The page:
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Mariagrazia Benassi, Giulia Baroni, Luisa Lugli, Roberto Bolzani, Roberto Nicoletti; Visual search during motion perception. Journal of Vision 2013;13(9):1208. doi: 10.1167/13.9.1208.
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© ARVO (1962-2015); The Authors (2016-present)
Eye movements during motion tracking or smooth pursuit have been widely investigated. However, it is still unclear how eye movements and motion perception system are related. We aim to analyze the pattern of gaze during coherent motion perception in absence of tracking at the very early stage of the motion perception process. Moreover, we would measure if good performances in motion perception are guided by specific gaze pattern. We measured the gaze in twenty-five healthy subjects using eye tracker system (SMI500) during motion perception tasks (coherent motion test), and during visual search of static elements (i.e. searching coloured dots within a group of white dots). The subjects are divided in two groups: good motion perception performers (scoring above the 50% of the total trials) and bad motion performers. The gaze is analyzed by means of specific parameters obtained from the eye movements recordings: the length of the eye movement track plotted on a bidimensional plane, the area of the confidence ellipse of the eye position, the standardized length (obtained by the ratio between the length and the area of the confidence ellipse), the flattening and the slope of the confidence ellipse. Significant differences in gaze patterns are found between motion perception and static visual search tasks. The gaze during motion perception is characterized by stronger flattening of confidence ellipse and longer length of eye movement track. The good performers have significantly longer length and standardized length of the eye movements track as compared to bad performers. These results show that the motion detection requires longer gaze path with respect to static visual search and that the path length is longer in good than in bad performers. In conclusion, the efficiency in motion detection is related to longer length of the gaze path (i.e. mean velocity) more than to the area scanned by the different gaze positions.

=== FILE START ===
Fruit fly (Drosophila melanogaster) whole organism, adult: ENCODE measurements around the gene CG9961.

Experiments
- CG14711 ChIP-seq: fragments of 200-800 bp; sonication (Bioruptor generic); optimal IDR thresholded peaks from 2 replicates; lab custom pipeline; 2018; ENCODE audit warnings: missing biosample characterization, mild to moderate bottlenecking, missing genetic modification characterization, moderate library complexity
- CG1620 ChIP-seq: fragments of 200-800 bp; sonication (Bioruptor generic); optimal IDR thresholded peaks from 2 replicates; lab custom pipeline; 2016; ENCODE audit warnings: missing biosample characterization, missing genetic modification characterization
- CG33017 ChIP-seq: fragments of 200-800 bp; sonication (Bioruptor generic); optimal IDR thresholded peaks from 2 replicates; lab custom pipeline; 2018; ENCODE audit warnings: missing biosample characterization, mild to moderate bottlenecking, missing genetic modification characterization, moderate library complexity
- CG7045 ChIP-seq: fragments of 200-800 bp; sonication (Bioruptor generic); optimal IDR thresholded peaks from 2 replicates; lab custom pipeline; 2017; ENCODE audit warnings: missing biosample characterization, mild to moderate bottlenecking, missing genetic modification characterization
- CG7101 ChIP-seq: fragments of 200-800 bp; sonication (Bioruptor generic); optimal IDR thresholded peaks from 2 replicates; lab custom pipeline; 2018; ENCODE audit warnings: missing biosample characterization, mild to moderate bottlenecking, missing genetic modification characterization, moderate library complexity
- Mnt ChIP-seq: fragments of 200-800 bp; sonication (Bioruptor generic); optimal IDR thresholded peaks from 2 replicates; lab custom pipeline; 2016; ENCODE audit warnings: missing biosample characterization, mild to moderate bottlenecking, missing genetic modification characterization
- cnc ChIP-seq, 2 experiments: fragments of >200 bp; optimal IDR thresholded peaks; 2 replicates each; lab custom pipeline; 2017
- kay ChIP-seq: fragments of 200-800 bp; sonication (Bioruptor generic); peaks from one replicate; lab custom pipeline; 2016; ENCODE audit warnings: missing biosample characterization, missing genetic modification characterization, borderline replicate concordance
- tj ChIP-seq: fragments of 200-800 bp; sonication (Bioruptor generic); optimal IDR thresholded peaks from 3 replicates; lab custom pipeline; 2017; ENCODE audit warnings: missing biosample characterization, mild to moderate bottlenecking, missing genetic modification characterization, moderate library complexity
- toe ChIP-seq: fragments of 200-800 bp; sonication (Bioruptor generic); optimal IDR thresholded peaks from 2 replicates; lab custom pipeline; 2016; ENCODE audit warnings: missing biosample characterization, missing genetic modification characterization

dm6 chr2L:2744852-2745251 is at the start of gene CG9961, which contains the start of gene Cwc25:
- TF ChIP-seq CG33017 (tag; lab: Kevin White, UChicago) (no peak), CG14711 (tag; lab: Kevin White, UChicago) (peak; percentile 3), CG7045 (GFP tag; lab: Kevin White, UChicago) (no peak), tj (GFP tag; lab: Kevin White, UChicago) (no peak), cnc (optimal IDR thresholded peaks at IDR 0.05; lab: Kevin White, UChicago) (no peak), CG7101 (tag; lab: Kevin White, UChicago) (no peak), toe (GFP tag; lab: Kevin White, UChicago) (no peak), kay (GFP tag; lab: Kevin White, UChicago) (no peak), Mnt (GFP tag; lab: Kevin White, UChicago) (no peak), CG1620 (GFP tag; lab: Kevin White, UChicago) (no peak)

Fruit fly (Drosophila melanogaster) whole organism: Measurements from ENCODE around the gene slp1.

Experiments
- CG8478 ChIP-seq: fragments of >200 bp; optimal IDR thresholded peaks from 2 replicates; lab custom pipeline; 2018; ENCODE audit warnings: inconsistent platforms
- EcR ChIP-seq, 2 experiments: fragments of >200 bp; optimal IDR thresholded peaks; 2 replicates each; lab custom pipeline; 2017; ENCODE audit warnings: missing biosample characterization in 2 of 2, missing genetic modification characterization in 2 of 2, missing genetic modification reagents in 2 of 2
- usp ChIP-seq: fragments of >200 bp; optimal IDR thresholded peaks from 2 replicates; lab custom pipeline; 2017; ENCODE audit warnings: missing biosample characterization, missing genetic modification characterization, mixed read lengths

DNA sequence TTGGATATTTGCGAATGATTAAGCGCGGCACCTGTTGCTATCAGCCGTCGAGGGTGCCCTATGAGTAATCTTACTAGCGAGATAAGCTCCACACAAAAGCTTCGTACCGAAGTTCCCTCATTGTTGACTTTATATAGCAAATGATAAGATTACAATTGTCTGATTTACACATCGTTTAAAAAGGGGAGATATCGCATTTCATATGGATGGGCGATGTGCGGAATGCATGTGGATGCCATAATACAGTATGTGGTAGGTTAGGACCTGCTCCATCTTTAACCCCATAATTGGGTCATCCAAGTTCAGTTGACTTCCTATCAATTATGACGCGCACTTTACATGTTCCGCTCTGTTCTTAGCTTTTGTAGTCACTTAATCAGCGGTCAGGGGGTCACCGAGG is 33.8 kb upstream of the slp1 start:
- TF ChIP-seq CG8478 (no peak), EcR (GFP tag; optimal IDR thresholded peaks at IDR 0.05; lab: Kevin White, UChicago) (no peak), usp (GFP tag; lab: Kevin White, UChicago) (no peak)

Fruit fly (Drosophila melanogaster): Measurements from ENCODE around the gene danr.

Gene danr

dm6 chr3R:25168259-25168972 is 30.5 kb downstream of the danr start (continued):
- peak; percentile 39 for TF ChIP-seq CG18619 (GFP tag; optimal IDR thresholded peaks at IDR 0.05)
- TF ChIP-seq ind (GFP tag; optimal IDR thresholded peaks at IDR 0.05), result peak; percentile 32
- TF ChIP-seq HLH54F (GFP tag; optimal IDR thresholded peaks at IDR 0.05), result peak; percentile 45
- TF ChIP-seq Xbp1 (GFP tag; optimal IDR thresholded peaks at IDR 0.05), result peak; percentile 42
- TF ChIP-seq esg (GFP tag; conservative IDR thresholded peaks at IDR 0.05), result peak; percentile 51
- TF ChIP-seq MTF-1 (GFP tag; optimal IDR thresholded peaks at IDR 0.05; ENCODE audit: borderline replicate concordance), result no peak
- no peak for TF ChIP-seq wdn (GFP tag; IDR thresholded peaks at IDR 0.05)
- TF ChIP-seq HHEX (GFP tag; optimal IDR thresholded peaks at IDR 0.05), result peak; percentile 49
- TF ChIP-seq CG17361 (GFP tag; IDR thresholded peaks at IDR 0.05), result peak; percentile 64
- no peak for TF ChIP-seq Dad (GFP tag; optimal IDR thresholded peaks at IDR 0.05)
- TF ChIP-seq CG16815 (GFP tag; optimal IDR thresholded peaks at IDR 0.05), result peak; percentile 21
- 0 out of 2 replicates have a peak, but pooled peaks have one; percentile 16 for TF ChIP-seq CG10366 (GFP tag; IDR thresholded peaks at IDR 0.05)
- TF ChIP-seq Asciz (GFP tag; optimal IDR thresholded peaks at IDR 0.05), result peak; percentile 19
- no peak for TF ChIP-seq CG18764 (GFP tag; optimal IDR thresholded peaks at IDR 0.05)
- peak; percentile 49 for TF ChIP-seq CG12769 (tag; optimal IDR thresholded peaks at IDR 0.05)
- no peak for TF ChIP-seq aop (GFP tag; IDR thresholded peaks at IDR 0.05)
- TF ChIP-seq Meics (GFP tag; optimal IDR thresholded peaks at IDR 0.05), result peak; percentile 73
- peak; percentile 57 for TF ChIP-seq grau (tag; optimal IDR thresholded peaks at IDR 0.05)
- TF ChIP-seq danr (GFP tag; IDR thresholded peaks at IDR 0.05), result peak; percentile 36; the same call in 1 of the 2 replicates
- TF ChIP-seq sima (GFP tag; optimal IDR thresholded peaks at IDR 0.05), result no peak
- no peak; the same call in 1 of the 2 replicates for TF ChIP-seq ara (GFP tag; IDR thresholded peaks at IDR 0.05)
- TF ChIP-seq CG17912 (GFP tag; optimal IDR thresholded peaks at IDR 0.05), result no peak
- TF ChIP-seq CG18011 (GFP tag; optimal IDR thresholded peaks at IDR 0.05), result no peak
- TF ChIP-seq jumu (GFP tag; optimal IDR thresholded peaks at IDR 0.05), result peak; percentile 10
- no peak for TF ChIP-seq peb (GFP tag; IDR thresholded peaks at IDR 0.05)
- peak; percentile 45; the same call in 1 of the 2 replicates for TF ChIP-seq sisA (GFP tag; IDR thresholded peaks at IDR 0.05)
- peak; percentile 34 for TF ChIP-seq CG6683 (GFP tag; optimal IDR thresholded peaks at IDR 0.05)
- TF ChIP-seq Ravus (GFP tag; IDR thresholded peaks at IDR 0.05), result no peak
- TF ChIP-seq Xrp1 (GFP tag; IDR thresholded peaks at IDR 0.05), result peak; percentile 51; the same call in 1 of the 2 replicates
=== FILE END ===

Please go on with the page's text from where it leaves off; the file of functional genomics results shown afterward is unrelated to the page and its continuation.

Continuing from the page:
Meeting abstract presented at VSS 2013
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